BALDWIN: Final question for you, and then we will pivot to our crew in New York City with the peaceful protesters there.
But can you do me a favor? I appreciate seeing the military police, but can you get your photojournalist to just pan left, so we can also just appreciate the crowd, the protesters, the scene?
And if you can help give us -- I know it's tough, because you're tucked in this corner.
You can just feel -- you can feel the pain.
SANCHEZ: -- listen to this person, Brooke.
UNIDENTIFIED FEMALE: Don't do this!
BALDWIN: "Don't do this."
UNIDENTIFIED FEMALE: Don't do this! You all didn't sign up for this! Don't do this!
BALDWIN: "You all didn't sign up for this."
SANCHEZ: Yes, they have repeatedly yelled at these officers, asking them, who do you protect?
And they have also -- just before we got on with you, they were asking them why they were here, why they felt that they made a necessary choice to be here and line up this way as aggressively as they are in this defensive position.
So, as you look at the crowd, it spans the rest of this block, several hundred people out here, way more people here right now than there were at this point yesterday.
Again, that 7:00 curfew still about four hours away. I suspect this crowd is going to continue to grow, Brooke.
BALDWIN: Boris Sanchez, we appreciate you. Stand by for me.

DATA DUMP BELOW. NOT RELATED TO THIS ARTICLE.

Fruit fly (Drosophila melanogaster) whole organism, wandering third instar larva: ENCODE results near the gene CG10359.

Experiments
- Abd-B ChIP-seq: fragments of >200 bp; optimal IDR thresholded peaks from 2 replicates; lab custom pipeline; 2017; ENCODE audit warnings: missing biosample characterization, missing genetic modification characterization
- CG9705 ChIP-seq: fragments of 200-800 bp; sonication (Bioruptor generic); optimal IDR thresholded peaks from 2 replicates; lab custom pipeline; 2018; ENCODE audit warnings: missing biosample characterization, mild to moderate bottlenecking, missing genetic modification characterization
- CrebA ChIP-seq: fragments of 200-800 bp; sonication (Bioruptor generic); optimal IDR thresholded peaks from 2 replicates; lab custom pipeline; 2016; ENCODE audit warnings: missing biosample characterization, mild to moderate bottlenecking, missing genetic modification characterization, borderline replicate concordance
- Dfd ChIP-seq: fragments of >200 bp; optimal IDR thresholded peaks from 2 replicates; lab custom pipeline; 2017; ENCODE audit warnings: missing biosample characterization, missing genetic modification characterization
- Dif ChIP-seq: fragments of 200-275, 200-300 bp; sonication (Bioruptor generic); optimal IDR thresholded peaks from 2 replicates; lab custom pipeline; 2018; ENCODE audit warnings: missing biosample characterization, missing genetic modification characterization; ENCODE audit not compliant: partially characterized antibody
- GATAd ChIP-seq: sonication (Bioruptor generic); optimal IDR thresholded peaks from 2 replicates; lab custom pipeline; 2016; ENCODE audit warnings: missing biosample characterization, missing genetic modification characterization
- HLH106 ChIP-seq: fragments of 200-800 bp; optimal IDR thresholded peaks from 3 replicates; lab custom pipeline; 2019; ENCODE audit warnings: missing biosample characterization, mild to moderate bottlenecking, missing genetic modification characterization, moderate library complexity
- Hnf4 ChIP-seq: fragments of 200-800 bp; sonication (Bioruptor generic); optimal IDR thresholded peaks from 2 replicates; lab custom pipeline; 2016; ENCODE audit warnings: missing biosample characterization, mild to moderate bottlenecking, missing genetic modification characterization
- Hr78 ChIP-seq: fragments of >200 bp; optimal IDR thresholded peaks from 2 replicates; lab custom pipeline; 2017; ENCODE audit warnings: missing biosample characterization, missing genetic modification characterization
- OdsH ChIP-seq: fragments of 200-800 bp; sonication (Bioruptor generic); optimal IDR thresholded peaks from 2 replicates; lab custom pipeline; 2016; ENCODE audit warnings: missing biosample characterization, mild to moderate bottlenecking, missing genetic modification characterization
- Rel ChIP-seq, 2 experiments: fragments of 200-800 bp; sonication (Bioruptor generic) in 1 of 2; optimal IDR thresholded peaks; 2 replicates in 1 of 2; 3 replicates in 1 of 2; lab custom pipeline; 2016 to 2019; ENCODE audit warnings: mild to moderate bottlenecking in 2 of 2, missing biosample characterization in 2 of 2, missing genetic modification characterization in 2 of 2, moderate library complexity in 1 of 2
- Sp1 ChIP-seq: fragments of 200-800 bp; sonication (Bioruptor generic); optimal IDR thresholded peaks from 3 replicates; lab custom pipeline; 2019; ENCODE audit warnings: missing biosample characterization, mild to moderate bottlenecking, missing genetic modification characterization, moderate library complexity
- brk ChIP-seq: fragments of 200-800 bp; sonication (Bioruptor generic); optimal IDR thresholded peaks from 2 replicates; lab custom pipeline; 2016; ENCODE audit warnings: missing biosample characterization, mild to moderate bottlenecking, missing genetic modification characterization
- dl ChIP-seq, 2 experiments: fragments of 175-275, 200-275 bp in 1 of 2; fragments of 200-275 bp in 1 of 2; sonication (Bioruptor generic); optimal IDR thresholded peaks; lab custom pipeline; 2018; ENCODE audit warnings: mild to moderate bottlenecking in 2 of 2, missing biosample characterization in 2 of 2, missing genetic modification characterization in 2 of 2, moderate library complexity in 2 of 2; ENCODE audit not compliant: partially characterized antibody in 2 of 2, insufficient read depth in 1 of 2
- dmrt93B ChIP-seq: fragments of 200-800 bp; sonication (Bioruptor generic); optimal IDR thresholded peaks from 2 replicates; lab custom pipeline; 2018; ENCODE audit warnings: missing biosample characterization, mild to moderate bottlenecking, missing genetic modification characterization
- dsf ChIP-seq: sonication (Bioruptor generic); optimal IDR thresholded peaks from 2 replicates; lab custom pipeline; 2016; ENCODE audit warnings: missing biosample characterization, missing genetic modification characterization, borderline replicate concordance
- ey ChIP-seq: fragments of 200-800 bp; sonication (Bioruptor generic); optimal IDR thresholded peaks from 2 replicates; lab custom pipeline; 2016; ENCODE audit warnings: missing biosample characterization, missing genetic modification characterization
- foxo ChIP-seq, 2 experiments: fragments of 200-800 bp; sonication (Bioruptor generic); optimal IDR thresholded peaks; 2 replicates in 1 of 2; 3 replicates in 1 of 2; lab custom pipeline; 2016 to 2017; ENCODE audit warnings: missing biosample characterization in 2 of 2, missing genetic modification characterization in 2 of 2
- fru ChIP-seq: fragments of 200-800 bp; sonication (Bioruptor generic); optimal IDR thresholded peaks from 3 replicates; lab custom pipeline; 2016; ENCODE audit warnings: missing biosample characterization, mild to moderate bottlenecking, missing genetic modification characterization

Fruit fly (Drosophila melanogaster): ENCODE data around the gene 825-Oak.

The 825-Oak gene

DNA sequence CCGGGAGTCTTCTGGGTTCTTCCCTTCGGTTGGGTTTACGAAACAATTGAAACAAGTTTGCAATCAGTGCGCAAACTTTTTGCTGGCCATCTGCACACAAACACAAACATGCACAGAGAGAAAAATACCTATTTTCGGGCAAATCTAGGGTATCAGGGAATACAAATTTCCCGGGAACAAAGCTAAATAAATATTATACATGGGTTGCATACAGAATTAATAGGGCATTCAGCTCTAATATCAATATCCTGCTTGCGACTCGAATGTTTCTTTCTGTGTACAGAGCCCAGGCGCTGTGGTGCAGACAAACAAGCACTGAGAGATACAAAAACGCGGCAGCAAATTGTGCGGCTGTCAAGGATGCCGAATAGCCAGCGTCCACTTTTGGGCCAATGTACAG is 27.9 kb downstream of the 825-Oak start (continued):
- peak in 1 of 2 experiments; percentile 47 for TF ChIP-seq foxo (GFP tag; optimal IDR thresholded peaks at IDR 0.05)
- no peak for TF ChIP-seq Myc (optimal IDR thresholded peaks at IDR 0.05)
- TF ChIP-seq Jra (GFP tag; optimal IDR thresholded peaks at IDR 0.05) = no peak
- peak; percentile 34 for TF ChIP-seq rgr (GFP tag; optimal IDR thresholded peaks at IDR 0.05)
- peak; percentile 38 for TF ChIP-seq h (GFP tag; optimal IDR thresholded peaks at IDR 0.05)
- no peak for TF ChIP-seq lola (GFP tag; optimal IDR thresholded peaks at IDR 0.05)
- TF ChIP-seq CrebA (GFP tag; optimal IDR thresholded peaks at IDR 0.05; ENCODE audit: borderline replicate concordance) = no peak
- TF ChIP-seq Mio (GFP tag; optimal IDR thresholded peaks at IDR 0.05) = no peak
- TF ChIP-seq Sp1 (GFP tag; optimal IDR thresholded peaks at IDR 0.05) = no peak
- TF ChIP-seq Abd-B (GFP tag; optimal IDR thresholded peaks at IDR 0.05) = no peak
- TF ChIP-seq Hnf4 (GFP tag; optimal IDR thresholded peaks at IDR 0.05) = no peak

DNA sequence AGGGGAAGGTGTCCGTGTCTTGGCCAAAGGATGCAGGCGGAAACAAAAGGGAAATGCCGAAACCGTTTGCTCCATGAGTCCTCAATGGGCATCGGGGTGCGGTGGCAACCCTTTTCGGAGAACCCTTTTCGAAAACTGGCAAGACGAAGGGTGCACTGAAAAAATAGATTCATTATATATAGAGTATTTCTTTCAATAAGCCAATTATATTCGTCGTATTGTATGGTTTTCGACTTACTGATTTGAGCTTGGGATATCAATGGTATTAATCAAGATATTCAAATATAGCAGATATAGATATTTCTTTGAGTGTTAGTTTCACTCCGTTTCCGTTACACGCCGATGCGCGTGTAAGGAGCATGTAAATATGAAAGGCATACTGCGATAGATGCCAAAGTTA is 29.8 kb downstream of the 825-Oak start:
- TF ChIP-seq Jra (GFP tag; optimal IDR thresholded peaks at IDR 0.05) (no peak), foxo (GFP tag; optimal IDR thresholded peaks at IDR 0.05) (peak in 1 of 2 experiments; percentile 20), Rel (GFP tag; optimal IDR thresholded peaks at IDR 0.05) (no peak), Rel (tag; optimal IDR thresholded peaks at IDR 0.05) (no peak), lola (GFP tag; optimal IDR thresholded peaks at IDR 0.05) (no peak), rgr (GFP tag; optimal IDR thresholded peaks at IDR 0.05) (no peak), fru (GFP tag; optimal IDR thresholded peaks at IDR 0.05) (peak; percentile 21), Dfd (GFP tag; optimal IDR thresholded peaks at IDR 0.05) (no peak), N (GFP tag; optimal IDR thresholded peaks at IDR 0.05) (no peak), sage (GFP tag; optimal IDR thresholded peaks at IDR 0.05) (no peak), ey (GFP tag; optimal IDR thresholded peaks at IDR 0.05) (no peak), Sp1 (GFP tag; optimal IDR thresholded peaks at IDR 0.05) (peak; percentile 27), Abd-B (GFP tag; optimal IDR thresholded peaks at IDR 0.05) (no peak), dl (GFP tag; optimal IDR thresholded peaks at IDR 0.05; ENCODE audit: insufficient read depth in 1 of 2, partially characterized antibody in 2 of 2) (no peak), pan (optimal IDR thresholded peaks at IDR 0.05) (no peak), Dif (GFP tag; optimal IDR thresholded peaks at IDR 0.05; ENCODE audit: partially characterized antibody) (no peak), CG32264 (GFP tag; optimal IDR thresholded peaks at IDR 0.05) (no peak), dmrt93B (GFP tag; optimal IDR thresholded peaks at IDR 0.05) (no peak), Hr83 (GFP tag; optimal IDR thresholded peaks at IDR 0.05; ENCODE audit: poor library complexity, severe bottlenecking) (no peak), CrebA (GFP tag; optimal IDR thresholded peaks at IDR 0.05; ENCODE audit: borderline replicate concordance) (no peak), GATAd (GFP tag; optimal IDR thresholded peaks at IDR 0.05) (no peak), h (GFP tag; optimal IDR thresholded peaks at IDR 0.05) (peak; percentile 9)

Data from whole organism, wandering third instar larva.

We're going to pivot around to a couple other cities and check in. Thank you so much.
Let's go west to CNN's Stephanie Elam. She is there in Los Angeles, where these protesters have been demonstrating at police headquarters.
And so we were talking curfew. The curfew for everyone in L.A. County starts at 6:00 p.m. pacific.
Stephanie Elam, what's the story there?
STEPHANIE ELAM, CNN CORRESPONDENT: You're right, Brooke. My phone just buzzed too. All of our phones just went off.
The curfew here in Los Angeles is at 6:00 again here tonight, Beverly Hills at 1:00 Pacific time. So, you're seeing different cities within the county react differently.
But this protest here, where I am right now, Brooke, they just marched from the Los Angeles Police Department, which is down and around the corner, here to City Hall. There are -- it's a very mixed group of people who are out here, I just spoke to one woman who's out here with a sign. And I asked her if this was the first time that she's come out to a protest like this.
And she said it was. And she said that she just had a reaction to that video that we saw of George Floyd, and just felt she had to do something, she said, other than donating. She just felt that she needed to come out here. And if she didn't say anything, she was being silent, and therefore complicit.
And we see a lot of signs here that speak to that exact sentiment. I mean, you're seeing a lot of people of all races with signs up here that say "Black Lives Matter." This woman in front of us has painted the back of her jacket as well.